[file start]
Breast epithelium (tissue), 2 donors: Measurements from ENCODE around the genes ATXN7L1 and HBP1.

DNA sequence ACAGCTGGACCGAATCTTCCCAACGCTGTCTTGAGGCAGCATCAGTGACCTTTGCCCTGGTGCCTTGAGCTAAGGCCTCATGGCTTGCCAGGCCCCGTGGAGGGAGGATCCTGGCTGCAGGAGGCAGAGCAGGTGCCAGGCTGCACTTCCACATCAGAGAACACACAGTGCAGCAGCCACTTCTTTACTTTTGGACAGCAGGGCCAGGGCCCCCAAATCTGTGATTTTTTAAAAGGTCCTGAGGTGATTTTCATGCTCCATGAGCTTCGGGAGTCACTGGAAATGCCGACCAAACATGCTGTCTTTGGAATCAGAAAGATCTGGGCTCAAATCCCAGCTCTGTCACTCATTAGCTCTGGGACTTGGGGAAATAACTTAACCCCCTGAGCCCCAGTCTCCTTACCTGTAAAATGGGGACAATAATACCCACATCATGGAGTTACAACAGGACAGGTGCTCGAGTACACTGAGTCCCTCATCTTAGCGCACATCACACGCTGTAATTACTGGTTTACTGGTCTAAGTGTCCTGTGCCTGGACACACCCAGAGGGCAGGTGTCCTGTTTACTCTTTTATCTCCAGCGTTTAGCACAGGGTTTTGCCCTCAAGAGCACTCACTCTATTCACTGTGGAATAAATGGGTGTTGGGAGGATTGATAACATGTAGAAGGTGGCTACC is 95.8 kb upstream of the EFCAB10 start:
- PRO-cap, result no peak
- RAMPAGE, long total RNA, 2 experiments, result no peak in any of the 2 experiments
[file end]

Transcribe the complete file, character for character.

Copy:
Breast epithelium (tissue), 2 donors: Measurements from ENCODE around the genes ATXN7L1 and HBP1.

DNA sequence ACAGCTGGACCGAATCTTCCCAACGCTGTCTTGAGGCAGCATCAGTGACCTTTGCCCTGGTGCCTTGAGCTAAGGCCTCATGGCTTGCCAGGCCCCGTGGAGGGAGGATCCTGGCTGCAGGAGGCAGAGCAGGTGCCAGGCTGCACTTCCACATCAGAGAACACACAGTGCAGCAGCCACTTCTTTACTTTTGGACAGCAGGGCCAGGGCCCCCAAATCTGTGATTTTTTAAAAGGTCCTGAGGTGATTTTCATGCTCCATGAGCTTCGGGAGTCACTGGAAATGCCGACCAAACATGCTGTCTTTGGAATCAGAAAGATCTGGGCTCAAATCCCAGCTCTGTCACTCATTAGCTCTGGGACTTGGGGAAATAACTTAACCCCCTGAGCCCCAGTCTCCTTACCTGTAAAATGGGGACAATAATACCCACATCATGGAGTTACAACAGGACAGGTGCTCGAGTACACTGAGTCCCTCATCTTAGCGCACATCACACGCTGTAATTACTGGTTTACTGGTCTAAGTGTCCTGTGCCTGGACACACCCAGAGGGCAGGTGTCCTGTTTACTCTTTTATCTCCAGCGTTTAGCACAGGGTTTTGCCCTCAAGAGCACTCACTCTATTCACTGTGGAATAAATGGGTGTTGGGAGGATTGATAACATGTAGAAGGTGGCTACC is 95.8 kb upstream of the EFCAB10 start:
- PRO-cap, result no peak
- RAMPAGE, long total RNA, 2 experiments, result no peak in any of the 2 experiments